How to Attract More Computer Science Grads to the Cybersecurity Field
The US Bureau of Labor Statistics predicts “information security analyst” will be the tenth-fastest-growing occupation over the next decade, with an employment growth rate of 31% (compared to the 4% average growth rate for all occupations). So why does the cybersecurity industry struggle to close the years-long gap between the number of job openings and qualified applicants? As a recent college graduate with a computer engineering degree, I know firsthand that companies and government agencies face significant challenges recruiting new grads as well as IT professionals who are considering a career change.
Computer science majors devote most of their time to learning programming languages, building applications, and figuring out how to work along the software development life cycle, while computer engineering majors focus on designing solutions for digital systems and building components. Upon graduation, their career path options may appear straightforward: software developer or engineer. They might believe the only path to a cybersecurity career lies in developing security systems and software for businesses or cybersecurity solutions vendors.
But that’s a very limited perspective of the wide range of cybersecurity-related positions organizations are desperate to fill — and have been for the last several years.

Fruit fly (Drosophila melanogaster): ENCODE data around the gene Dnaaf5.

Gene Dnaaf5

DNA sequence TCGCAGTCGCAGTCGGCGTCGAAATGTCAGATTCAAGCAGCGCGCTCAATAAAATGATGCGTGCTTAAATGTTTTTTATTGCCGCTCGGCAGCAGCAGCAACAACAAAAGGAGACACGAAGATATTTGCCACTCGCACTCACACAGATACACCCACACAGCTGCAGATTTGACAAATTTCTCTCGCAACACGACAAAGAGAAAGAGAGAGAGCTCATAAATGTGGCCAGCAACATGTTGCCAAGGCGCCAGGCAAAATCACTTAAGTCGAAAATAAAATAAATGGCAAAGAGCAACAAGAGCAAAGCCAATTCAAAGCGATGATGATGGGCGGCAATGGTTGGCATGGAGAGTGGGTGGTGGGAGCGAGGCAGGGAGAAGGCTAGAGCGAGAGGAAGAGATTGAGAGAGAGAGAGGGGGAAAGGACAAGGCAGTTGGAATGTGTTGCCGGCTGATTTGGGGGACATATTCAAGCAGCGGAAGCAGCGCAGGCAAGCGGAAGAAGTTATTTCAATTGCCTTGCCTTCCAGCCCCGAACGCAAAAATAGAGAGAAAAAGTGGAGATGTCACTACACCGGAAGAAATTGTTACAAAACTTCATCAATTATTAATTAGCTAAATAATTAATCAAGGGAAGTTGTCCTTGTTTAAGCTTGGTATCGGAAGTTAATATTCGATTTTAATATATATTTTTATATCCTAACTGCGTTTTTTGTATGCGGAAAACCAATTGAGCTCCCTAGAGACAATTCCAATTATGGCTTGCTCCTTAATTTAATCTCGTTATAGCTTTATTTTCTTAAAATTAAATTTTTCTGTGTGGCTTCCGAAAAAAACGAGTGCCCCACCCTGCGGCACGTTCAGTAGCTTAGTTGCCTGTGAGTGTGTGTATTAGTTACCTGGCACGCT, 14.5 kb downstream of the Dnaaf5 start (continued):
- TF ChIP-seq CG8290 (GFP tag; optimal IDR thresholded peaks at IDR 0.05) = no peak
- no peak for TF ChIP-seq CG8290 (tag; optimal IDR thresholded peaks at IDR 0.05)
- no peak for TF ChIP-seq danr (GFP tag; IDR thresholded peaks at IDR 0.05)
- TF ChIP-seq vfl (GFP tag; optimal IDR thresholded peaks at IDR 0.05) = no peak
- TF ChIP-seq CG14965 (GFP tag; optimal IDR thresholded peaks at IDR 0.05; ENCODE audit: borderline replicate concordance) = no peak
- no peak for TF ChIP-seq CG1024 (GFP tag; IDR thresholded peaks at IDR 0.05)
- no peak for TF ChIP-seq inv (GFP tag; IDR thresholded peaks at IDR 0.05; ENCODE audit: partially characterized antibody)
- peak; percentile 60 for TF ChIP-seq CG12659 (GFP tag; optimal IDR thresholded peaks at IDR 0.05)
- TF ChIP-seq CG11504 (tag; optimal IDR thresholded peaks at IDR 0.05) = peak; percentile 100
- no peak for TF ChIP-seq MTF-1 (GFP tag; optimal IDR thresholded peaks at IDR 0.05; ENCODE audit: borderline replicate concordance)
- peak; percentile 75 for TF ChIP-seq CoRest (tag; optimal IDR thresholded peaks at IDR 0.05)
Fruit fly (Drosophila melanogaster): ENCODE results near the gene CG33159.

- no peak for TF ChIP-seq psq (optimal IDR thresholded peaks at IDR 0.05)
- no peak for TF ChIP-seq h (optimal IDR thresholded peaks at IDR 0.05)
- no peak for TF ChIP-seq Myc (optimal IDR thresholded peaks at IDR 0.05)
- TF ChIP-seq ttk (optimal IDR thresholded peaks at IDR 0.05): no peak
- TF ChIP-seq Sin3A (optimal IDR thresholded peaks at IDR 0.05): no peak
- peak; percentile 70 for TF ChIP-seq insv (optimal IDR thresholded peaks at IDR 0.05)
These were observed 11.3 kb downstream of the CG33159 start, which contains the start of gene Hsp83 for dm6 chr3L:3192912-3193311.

Cybersecurity career and workforce resource CyberSeek reports there are 465,000 cybersecurity job openings in the United States, up from nearly 302,000 in its 2017 survey. According to (ISC)2, an international nonprofit that offers cybersecurity training and certification programs, the number of unfilled cybersecurity roles spikes to nearly 3.1 million worldwide.
New Challenges Increase the Urgency to Upskill and Fill Roles
The fact that bad actors continue to become more sophisticated and insidious in their methods exacerbates an already urgent situation. Organizations are constantly bombarded by sophisticated attacks, even as their security teams wrestle with digital transformation initiatives that call on migrating more IT systems from on-premises data centers to the cloud. Enterprises are increasingly deploying workloads across a mix of public and private cloud technologies, and these multicloud and hybrid environments create new challenges that weren’t top-of-mind even a few years ago.
“Docker and Kubernetes emerged in 2013 and 2014 respectively, so they had no training or lessons in these specific cloud-native technologies,” says my colleague Jake Meloche, a solutions architect with Aqua Security. “With new technologies rapidly developing and constantly changing, colleges can’t keep up with the curriculum. Regardless of the type of security role you land, classes will only have taught you so much.”
Training, Mentors, and Defined Career Paths Needed
A survey by the Enterprise Strategy Group (ESG) and the Information Systems Security Association (ISSA) found many factors behind the skill gap, most notably a lack of training and career-development opportunities. More than two-thirds of the cybersecurity professionals ESG and ISSA surveyed said they do not have a well-defined career path. Therefore, they struggle with completing basic career growth activities such as finding mentors, getting basic cybersecurity certifications, and taking on cybersecurity internships.